Brain clean-up efforts promote Alzheimer's disease

Cellular garbage disposal structures, known as lysosomes, may be worsening damage caused by Alzheimer’s disease, according to researchers at Yale University School of Medicine.
15 August 2017


Artist's graphic representing nerve cells (neurones)


Cellular garbage disposal structures, known as lysosomes, may be worsening damage caused by Alzheimer’s disease, according to researchers at Yale University School of Medicine.

More than half a million people in the UK suffer from Alzheimer's disease. Symptoms of this disease, including memory loss and communication problems, are due to a build-up in the brain of sticky protein aggregates called amyloid plaques. These damage nearby nerve cells and are a hallmark feature of the disease for which there is currently no cure. However, Yale scientist Shawn Ferguson and his team have made a striking discovery about the role of structures called "lysosomes" in the formation of these plaques.

Ferguson was intrigued by electron microscopy studies from the 1960s which showed that wherever amyloid plaques cropped up in the brain, the axons of adjacent nerve cells were often grossly swollen. Axons play an important role in the transmission of information between nerve cells and also from the brain to other parts of the body and they are normally thin and thread-like. But the abnormally-swollen axons surrounding the amyloid plaques in the Alzheimer brains were packed with sac-like structures called lysosomes. Lysosomes clean up internal debris that cells no longer require, and they're not normally found in axons. Since amyloid plaques are believed to be detrimental to the brain, Ferguson hypothesised that the presence of these lysosomes may be beneficial, possibly providing protection to the nerve cells by degrading the damaging plaque.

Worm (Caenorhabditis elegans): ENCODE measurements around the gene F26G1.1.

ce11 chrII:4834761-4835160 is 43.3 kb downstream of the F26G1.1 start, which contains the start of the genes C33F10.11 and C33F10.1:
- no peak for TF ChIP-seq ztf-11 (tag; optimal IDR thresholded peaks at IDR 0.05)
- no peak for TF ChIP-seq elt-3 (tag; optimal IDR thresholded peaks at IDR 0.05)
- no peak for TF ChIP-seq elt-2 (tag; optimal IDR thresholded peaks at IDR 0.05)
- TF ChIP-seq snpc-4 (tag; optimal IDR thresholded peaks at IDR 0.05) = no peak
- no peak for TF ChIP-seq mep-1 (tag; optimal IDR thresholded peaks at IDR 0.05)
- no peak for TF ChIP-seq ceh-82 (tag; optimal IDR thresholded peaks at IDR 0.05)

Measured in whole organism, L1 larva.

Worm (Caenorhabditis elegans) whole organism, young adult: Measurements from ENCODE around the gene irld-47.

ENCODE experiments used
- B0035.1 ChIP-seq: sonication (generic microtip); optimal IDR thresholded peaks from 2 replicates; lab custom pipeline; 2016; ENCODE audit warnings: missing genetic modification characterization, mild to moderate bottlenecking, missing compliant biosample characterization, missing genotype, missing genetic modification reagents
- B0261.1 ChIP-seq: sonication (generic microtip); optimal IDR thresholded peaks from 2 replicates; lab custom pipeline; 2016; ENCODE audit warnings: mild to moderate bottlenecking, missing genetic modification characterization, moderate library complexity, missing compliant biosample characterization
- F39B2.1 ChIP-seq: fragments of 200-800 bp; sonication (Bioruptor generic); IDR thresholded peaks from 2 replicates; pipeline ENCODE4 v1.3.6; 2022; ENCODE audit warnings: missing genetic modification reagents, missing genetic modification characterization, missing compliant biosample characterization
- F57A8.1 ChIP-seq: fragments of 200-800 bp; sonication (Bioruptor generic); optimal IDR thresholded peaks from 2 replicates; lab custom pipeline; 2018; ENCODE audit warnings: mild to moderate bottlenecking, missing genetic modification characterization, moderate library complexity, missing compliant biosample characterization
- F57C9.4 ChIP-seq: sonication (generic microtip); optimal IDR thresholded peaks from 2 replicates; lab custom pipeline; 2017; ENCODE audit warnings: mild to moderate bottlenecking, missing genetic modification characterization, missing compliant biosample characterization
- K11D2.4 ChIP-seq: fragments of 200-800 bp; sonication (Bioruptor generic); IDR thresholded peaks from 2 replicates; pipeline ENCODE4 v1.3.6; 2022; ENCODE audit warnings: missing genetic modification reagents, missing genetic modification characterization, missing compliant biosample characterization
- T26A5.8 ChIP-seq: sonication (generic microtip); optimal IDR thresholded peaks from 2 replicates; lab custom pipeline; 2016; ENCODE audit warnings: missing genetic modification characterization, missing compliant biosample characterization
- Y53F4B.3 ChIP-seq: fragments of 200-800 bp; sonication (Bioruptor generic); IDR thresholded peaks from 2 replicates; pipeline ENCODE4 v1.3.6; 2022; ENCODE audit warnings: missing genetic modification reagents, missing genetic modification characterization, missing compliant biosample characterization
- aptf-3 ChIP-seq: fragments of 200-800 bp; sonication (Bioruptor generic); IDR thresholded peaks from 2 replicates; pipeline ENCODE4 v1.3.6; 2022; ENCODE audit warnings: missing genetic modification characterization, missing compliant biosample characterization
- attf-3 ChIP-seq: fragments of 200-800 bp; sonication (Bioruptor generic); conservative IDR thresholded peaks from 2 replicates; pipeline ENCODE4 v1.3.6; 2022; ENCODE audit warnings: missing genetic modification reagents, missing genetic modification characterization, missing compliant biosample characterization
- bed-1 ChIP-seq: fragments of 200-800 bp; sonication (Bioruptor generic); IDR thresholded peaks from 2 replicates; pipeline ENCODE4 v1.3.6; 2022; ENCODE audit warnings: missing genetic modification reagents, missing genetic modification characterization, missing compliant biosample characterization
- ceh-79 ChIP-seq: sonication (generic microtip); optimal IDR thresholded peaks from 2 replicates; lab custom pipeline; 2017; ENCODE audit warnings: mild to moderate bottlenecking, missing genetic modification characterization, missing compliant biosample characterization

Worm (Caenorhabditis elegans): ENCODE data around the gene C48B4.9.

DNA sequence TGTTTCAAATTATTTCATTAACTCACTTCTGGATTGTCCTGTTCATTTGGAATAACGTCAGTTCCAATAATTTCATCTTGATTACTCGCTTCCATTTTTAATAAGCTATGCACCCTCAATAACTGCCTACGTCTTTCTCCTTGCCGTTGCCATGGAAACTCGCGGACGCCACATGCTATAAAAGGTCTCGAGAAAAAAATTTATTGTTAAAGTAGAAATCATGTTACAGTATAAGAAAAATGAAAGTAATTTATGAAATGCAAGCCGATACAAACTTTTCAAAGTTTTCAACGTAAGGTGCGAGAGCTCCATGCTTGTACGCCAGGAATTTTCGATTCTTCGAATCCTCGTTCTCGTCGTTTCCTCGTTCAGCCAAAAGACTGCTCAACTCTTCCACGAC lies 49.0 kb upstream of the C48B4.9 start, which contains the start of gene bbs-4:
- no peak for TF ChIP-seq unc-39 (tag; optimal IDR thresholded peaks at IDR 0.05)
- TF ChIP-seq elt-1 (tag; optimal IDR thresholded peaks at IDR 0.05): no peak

To determine exactly how lysosomes affect the development of amyloid plaques, the team monitored the growth of these plaques in a mouse model of Alzheimer’s disease. These are mice that have been genetically modified to possess the genes that cause Alzheimer’s disease in humans. The abundance of lysosomes surrounding the plaques was then increased in a subset of the mice by inhibiting lysosome transport within their nerve cells. The rate at which amyloid plaques cropped up within this group of mice was compared with animals without lysosome accumulations.

The results, published in the Journal of Cell Biology, were striking and show that, in complete contradiction to the beneficial role they were presumed to be playing, lysosome accumulations in nerve cells actually worsen amyloid plaques and promote Alzheimer's progression.

So, why are lysosomes unable to degrade the plaques? And why are they doing exactly the opposite of what they should be doing?

Further investigations showed that, when lysosomes accumulate, they cannot effectively degrade potentially harmful materials, like amyloid plaques. In other words, they can only get their job “half done”. This partial breakdown of the plaques generates half-digested proteins and other materials, which, paradoxically, provides the ingredients to make more amyloid plaques.

These slightly counterintuitive findings show that lysosomes do not have a beneficial function within the axons and are not merely innocent bystanders. Instead they have a detrimental effect on the progression of the disease.

“Preventing the build-up of lysosomes around these plaques would be beneficial... and [the findings] also cause us to look to other incidents in human neurons where lysosome transport may get disrupted," explains Ferguson.

Now that the detrimental effect of these lysosome accumulations has been discovered, research is investigating how insults like traumatic brain injuries can interfere with lysosome transport in nerve cells and potentially contribute to the risk of Alzheimer’s disease development.


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